Emily Dickinson's Correspondences
Correspondence with Susan Dickinson

H B176a
          Friday noon.

     Dear Friend.
          I regret to inform 
you that at 3. oclock yester-
day, my mind came to a 
stand, and has since then 
been stationary.
Ere this intelligence reaches 
you, I shall probably be 
a snail.  By this untoward 
providence a mental and 
moral being has been swept 
H B176b

ruthlessly from her sphere.  
Yet we should not repine -
"God moves in a mysterious 
way, his wonders to perform, 
he plants his foot upon 
the sea, and rides upon 
the storm," and if it be 
his will that I become 
a bear and bite my fellow 
men, it will be for the 
highest good of this fallen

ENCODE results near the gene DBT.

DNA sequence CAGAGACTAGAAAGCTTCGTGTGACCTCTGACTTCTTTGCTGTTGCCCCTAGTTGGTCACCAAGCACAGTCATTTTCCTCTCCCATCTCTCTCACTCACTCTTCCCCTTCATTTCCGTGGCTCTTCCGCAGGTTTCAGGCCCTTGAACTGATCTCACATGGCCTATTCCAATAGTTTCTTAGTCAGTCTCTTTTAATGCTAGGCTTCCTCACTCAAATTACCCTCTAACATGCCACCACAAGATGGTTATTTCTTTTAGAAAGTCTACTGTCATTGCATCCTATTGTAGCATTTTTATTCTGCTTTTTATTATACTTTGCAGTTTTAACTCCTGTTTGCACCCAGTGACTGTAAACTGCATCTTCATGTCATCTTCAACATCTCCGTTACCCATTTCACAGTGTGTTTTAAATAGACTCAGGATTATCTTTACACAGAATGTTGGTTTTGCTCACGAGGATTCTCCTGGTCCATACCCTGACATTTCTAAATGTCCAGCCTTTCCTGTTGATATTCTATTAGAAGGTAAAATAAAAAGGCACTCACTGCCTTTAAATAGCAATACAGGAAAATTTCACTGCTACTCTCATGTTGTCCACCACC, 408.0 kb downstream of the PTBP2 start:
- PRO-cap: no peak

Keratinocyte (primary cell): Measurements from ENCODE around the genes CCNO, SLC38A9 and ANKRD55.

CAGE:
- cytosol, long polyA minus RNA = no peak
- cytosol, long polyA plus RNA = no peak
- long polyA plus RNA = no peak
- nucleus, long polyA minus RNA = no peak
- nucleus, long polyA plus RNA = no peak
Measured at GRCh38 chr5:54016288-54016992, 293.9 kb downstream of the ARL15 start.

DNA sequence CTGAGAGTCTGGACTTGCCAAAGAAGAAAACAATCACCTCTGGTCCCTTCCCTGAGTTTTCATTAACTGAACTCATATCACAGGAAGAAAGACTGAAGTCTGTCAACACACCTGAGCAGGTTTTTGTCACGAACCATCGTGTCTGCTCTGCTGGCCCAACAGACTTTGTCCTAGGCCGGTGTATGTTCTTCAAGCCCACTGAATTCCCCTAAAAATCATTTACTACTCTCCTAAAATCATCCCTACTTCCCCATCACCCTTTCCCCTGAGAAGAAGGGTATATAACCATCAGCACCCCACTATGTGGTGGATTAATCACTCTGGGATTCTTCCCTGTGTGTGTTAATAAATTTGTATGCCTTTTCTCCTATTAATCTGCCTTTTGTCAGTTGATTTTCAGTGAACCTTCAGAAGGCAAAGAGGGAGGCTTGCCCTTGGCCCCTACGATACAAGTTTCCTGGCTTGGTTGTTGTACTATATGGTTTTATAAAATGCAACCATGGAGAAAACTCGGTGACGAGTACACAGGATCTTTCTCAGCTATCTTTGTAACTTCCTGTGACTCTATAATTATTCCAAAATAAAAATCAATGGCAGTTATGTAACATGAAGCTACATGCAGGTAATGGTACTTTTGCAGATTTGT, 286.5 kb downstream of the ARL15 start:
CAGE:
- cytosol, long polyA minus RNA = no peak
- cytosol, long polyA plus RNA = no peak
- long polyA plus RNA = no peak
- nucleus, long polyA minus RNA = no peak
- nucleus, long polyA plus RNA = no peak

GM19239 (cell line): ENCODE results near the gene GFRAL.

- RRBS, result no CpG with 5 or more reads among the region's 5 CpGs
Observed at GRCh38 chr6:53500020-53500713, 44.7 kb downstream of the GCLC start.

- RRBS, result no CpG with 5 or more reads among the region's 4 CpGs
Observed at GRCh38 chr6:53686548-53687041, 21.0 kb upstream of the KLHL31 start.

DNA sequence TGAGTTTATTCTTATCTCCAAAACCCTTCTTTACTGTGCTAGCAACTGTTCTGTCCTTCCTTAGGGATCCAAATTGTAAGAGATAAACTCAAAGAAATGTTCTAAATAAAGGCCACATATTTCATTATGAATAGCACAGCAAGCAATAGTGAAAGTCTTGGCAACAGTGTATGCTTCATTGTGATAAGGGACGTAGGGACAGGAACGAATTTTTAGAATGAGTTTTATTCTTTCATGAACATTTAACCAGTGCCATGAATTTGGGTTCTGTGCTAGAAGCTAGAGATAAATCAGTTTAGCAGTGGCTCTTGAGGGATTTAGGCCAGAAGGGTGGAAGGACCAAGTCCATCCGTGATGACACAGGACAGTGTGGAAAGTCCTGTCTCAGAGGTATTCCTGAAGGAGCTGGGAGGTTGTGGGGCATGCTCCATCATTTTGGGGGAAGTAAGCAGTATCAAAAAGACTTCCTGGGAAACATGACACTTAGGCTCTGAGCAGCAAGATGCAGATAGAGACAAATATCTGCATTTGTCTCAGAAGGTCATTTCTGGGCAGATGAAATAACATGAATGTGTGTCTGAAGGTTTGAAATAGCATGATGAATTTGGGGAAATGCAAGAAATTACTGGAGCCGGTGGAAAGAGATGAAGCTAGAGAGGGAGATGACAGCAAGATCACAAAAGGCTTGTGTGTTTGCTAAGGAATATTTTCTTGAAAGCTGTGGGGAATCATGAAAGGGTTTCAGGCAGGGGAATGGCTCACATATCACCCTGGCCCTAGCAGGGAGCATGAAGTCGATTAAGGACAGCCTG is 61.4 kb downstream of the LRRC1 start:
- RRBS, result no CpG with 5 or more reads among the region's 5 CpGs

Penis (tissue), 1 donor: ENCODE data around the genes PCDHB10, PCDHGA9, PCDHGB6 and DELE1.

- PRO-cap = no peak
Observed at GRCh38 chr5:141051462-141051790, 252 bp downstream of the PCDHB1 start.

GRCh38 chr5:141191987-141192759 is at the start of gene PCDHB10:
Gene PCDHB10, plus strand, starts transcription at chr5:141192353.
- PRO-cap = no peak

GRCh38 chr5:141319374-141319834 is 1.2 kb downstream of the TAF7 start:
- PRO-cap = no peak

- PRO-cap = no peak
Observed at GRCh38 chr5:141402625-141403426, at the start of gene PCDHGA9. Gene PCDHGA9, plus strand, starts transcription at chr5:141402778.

and perishing world.  
If the gentleman in the 
air, will please to stop throw-
H B176c

ing snowballs, I may meet 
you again, otherwise it is 
uncertain.  My parents are 
pretty well - Gen Wolf 
is here - we're looking 
for Major Pitcairn in the 
afternoon stage.
We were much afflicted 
yesterday, by the supposed 
removal of our Cat from 
time to Eternity.
She returned, however, last 
evening, having been detained 
by the storm, beyond her 
H B176d

          I see by the Boston 
papers that Giddings is 
up again - hope you'll 
arrange with Corwin,
and have the North all 
          Fine weather for 
sledding - have spoken 
for 52 cord black walnut.  
We need some paths
our way, shant you come 
out with the team?
       Yours till death - Judah

H B176

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Close-Up of H B176c | Close-Up of H B176d

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Transcription and commentary copyright 1996 by Martha Nell Smith, all rights reserved
Last updated on June 19, 1998
Maintained by Tanya Clement <tclement@umd.edu>